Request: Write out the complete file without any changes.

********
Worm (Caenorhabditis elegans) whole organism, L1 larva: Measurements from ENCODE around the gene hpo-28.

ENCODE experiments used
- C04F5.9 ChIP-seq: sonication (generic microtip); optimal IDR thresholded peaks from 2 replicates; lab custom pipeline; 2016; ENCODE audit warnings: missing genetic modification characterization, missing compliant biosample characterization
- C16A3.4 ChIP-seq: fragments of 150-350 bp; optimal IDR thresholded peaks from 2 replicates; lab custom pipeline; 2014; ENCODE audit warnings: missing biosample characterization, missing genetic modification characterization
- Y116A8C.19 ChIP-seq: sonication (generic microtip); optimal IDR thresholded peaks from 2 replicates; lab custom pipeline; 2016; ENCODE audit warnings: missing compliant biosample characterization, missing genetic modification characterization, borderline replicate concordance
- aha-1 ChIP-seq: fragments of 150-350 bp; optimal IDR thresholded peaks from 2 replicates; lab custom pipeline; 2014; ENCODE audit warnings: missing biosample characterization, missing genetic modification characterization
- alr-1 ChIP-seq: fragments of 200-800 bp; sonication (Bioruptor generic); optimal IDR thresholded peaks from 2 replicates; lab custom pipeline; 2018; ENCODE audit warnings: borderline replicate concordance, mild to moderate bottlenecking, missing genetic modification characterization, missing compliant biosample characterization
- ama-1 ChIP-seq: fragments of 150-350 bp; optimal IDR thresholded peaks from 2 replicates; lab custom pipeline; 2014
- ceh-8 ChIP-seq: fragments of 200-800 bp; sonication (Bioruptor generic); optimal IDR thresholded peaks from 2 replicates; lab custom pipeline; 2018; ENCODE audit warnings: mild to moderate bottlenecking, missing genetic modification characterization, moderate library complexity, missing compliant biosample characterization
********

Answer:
Worm (Caenorhabditis elegans) whole organism, L1 larva: Measurements from ENCODE around the gene hpo-28.

ENCODE experiments used
- C04F5.9 ChIP-seq: sonication (generic microtip); optimal IDR thresholded peaks from 2 replicates; lab custom pipeline; 2016; ENCODE audit warnings: missing genetic modification characterization, missing compliant biosample characterization
- C16A3.4 ChIP-seq: fragments of 150-350 bp; optimal IDR thresholded peaks from 2 replicates; lab custom pipeline; 2014; ENCODE audit warnings: missing biosample characterization, missing genetic modification characterization
- Y116A8C.19 ChIP-seq: sonication (generic microtip); optimal IDR thresholded peaks from 2 replicates; lab custom pipeline; 2016; ENCODE audit warnings: missing compliant biosample characterization, missing genetic modification characterization, borderline replicate concordance
- aha-1 ChIP-seq: fragments of 150-350 bp; optimal IDR thresholded peaks from 2 replicates; lab custom pipeline; 2014; ENCODE audit warnings: missing biosample characterization, missing genetic modification characterization
- alr-1 ChIP-seq: fragments of 200-800 bp; sonication (Bioruptor generic); optimal IDR thresholded peaks from 2 replicates; lab custom pipeline; 2018; ENCODE audit warnings: borderline replicate concordance, mild to moderate bottlenecking, missing genetic modification characterization, missing compliant biosample characterization
- ama-1 ChIP-seq: fragments of 150-350 bp; optimal IDR thresholded peaks from 2 replicates; lab custom pipeline; 2014
- ceh-8 ChIP-seq: fragments of 200-800 bp; sonication (Bioruptor generic); optimal IDR thresholded peaks from 2 replicates; lab custom pipeline; 2018; ENCODE audit warnings: mild to moderate bottlenecking, missing genetic modification characterization, moderate library complexity, missing compliant biosample characterization